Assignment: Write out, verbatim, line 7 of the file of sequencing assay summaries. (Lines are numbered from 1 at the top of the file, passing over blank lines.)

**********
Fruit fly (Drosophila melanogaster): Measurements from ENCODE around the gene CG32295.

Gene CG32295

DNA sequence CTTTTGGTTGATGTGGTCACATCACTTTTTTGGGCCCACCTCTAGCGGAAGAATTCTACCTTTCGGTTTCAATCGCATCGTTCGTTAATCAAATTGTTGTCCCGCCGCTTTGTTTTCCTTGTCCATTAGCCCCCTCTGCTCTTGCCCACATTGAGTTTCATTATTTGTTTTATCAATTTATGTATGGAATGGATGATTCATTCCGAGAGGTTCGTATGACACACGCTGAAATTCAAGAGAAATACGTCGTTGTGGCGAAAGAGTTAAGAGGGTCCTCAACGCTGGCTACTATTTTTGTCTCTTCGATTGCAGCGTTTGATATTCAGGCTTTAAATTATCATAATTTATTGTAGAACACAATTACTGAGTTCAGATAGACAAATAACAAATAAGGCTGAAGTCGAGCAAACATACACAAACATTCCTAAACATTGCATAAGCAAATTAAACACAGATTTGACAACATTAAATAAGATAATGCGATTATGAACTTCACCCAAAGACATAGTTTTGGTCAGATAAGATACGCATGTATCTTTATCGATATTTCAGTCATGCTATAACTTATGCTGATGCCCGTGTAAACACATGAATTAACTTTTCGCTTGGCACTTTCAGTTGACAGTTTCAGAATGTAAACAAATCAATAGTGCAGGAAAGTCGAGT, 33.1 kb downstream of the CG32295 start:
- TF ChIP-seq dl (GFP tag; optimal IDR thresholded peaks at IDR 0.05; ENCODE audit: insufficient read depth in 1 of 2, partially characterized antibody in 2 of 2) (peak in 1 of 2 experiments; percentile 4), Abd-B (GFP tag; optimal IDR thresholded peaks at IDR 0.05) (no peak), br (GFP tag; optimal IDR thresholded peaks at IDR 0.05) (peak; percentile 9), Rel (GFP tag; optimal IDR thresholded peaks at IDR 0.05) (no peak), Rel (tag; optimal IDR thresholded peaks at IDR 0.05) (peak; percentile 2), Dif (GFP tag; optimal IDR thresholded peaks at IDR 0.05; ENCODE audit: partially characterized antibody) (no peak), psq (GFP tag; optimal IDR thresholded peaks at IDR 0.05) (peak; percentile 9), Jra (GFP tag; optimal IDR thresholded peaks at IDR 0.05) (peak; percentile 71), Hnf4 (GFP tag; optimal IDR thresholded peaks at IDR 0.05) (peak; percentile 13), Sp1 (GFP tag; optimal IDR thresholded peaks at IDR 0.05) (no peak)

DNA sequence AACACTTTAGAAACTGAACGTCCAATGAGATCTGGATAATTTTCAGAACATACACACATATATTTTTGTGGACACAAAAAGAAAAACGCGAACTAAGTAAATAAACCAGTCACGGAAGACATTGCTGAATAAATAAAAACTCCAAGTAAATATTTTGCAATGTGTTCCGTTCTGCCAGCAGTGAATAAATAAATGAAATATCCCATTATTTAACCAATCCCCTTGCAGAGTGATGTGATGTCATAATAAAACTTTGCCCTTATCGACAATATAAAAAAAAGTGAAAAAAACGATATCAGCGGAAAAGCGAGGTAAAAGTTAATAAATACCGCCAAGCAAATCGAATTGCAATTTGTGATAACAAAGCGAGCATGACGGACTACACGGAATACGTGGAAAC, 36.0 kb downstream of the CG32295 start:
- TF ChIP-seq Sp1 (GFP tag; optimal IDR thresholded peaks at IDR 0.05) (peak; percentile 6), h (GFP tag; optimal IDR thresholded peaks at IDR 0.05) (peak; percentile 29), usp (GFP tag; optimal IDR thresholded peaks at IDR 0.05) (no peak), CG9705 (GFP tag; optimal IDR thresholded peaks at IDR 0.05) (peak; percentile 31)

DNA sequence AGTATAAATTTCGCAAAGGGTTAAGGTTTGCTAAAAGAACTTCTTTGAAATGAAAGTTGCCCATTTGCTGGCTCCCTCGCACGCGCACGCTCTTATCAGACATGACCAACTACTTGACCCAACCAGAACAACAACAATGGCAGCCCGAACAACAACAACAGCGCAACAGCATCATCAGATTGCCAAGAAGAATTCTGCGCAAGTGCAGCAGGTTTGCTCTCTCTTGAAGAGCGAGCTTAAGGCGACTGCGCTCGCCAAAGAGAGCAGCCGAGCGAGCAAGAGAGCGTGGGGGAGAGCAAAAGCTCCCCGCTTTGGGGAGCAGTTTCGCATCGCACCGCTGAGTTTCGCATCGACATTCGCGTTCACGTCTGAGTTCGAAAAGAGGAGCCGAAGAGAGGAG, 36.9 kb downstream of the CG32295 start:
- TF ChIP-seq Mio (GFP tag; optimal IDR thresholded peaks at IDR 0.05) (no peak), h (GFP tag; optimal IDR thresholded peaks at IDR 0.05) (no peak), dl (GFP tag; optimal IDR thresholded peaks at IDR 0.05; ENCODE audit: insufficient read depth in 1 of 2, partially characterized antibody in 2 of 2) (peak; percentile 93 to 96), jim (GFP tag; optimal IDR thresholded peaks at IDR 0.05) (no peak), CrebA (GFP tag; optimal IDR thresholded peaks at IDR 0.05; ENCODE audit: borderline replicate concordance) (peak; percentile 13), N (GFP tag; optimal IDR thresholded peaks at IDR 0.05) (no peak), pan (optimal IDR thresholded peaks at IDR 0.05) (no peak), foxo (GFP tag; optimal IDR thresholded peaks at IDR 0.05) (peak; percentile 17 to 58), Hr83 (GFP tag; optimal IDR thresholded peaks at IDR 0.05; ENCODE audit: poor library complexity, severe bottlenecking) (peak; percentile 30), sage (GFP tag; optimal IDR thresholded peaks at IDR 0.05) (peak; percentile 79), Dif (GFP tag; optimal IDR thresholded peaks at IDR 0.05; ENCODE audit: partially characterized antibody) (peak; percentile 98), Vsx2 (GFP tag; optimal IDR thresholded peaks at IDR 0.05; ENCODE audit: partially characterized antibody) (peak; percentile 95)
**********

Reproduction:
DNA sequence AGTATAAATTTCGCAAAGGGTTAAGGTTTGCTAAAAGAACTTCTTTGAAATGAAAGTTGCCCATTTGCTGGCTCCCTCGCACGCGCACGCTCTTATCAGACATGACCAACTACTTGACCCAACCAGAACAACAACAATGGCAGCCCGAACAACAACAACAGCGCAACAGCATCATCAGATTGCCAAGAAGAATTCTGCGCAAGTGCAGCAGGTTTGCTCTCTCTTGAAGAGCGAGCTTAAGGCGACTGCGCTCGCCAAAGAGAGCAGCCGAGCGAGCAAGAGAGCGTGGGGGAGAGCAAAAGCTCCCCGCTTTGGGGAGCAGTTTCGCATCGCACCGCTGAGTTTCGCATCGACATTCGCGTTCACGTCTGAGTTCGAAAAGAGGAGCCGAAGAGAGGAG, 36.9 kb downstream of the CG32295 start: